This fight isn't about being "pro-choice" or "pro-life." Those outdated labels don't come close to defining who we are or the complexity of this issue. Instead of talking about what divides us, let's talk about what the majority of us agree on: that women's health care decisions should be left to a woman and her doctor.
As we observe the anniversary of the historic Roe v. Wade decision, it's vital to remember that every woman has the right to have the children she wants, raise the children she has, plan her own family and make her own health care decisions. That means women must have the social, economic and political power to pursue their goals.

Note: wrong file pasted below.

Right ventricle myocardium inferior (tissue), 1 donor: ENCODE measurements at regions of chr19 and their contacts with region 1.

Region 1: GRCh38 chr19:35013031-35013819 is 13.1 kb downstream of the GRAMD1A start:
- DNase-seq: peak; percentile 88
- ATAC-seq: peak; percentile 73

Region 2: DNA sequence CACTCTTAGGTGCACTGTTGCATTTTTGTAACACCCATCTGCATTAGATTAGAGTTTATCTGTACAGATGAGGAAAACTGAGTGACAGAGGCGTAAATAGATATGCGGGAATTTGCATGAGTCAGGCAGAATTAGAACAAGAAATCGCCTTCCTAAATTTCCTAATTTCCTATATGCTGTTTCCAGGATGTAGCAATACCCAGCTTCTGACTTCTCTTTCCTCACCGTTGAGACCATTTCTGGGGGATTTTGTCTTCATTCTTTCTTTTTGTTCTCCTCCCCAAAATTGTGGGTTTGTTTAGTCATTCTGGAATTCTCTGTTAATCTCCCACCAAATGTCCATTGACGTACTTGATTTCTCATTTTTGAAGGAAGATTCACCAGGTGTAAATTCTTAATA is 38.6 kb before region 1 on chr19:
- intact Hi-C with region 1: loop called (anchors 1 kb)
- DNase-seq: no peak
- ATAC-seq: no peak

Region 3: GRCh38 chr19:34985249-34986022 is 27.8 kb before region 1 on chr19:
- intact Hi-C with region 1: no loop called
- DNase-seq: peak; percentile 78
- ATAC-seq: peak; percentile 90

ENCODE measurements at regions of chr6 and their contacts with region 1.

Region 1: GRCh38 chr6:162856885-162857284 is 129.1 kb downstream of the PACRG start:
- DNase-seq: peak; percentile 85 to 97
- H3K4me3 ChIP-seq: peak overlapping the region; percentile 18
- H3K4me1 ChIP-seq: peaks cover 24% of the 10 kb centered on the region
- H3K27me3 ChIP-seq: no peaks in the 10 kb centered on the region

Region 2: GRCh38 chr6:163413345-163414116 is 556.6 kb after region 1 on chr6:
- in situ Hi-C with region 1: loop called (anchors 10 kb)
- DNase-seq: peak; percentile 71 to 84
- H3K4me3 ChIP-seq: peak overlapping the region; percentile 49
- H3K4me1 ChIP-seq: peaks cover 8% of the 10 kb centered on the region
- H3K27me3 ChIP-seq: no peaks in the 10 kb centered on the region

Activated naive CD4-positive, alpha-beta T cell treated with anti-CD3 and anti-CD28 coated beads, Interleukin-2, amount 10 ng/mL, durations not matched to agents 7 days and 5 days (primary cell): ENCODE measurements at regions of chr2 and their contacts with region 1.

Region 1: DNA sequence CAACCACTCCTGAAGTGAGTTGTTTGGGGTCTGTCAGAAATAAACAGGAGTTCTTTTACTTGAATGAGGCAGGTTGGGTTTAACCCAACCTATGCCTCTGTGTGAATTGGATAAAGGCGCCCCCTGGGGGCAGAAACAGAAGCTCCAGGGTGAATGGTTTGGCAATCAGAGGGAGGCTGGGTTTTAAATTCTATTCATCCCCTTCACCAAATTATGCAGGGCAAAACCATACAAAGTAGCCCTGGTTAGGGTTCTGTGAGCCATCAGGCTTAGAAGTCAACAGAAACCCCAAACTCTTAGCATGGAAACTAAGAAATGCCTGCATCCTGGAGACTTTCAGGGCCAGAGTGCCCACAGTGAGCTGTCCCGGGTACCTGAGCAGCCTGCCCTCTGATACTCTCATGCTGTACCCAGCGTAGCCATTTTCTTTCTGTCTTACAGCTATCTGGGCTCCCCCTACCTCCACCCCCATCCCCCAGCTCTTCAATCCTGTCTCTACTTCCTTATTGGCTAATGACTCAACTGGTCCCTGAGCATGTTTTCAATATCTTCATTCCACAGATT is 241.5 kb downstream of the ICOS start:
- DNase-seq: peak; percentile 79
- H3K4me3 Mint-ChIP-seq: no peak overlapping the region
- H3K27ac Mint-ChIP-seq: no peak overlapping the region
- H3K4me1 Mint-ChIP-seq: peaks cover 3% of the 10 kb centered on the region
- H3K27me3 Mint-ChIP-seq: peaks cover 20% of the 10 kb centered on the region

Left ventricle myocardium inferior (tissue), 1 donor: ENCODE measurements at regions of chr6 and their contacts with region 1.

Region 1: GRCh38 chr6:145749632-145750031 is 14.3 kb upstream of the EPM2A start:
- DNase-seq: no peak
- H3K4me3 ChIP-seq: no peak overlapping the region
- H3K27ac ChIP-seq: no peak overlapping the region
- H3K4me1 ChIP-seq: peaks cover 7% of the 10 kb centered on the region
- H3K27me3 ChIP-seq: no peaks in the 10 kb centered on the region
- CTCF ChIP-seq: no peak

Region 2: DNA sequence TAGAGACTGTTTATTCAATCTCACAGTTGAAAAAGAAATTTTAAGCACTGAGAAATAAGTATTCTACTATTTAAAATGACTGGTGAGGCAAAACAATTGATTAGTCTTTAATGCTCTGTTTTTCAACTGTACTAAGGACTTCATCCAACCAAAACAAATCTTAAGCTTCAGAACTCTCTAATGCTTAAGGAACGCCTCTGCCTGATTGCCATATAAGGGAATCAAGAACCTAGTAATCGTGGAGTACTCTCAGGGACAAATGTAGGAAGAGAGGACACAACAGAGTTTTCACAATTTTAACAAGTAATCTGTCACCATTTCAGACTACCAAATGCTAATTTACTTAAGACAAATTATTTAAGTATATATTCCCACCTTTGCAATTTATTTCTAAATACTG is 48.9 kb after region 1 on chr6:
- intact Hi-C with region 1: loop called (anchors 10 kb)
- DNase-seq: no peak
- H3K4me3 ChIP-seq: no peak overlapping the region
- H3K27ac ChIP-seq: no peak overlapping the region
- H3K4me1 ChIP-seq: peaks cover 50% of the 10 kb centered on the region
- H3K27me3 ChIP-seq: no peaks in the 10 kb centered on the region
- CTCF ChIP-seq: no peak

Latin America seems to be doing well at first glance: maternal and child mortality numbers have dropped, contraceptive use is up and abortion was even legalized in Mexico City in 2011. But as a public health professional in the region with a focus on the sexual and reproductive health of adolescents, I'm not so quick to celebrate these victories
Although women have made tremendous gains in terms of labor force participation, access to higher education and hold more high profile positions in government and corporations than any time other time in our nation's history, they still remain at the bottom of the economic totem pole. The question is why?